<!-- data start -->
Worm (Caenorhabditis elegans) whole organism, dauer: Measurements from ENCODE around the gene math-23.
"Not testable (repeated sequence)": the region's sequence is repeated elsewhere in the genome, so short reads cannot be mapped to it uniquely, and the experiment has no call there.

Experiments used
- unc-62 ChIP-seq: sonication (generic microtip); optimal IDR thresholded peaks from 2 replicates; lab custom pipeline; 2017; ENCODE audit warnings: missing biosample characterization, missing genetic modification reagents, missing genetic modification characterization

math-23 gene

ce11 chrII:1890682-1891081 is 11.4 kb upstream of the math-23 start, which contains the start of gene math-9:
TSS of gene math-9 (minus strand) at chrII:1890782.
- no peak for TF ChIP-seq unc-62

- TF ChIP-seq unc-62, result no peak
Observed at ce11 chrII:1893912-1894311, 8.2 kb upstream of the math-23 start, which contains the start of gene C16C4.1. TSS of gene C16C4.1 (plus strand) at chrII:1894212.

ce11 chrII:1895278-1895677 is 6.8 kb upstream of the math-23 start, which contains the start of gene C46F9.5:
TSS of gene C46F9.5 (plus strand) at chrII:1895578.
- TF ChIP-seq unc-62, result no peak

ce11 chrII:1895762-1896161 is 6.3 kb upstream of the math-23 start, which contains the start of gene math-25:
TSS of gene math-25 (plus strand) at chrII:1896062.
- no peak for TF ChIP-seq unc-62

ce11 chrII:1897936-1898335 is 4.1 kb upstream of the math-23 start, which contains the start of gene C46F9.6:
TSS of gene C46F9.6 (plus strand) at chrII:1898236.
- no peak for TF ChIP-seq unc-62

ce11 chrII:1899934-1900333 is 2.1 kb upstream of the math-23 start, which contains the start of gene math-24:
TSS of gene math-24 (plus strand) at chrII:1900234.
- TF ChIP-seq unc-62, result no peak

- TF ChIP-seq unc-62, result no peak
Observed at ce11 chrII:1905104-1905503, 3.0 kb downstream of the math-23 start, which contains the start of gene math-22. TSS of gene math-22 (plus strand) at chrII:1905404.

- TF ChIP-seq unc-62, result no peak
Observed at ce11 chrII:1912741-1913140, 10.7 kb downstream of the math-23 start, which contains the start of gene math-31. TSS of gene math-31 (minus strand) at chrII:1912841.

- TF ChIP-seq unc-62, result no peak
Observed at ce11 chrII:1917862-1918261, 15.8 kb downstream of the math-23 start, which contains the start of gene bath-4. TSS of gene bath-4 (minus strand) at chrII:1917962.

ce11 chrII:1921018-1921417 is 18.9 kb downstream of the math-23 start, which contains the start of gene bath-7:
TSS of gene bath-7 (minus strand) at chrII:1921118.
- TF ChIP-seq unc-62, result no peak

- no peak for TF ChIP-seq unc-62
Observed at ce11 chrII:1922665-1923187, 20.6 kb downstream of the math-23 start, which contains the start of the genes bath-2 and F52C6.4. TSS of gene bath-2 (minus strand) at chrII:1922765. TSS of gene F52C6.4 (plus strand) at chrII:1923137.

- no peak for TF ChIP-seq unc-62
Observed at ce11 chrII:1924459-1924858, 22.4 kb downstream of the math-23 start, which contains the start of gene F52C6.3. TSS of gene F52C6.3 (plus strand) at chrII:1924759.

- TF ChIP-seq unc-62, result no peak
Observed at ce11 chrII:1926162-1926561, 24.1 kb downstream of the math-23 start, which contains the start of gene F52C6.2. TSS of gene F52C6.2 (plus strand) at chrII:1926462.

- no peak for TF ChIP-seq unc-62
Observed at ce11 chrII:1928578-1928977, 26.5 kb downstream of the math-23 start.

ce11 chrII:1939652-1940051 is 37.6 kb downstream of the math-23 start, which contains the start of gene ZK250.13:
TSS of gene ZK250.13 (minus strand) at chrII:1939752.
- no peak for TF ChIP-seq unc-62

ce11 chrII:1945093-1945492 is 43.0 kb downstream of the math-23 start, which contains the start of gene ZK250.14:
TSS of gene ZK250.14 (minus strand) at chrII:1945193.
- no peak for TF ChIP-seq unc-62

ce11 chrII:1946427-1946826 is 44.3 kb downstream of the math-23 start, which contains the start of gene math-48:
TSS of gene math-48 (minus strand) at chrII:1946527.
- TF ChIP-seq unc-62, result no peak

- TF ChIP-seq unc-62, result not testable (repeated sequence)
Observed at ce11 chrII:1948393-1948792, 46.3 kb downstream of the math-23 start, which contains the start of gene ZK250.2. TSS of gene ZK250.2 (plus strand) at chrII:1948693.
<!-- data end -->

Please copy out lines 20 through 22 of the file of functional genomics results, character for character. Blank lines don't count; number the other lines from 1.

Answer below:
ce11 chrII:1899934-1900333 is 2.1 kb upstream of the math-23 start, which contains the start of gene math-24:
TSS of gene math-24 (plus strand) at chrII:1900234.
- TF ChIP-seq unc-62, result no peak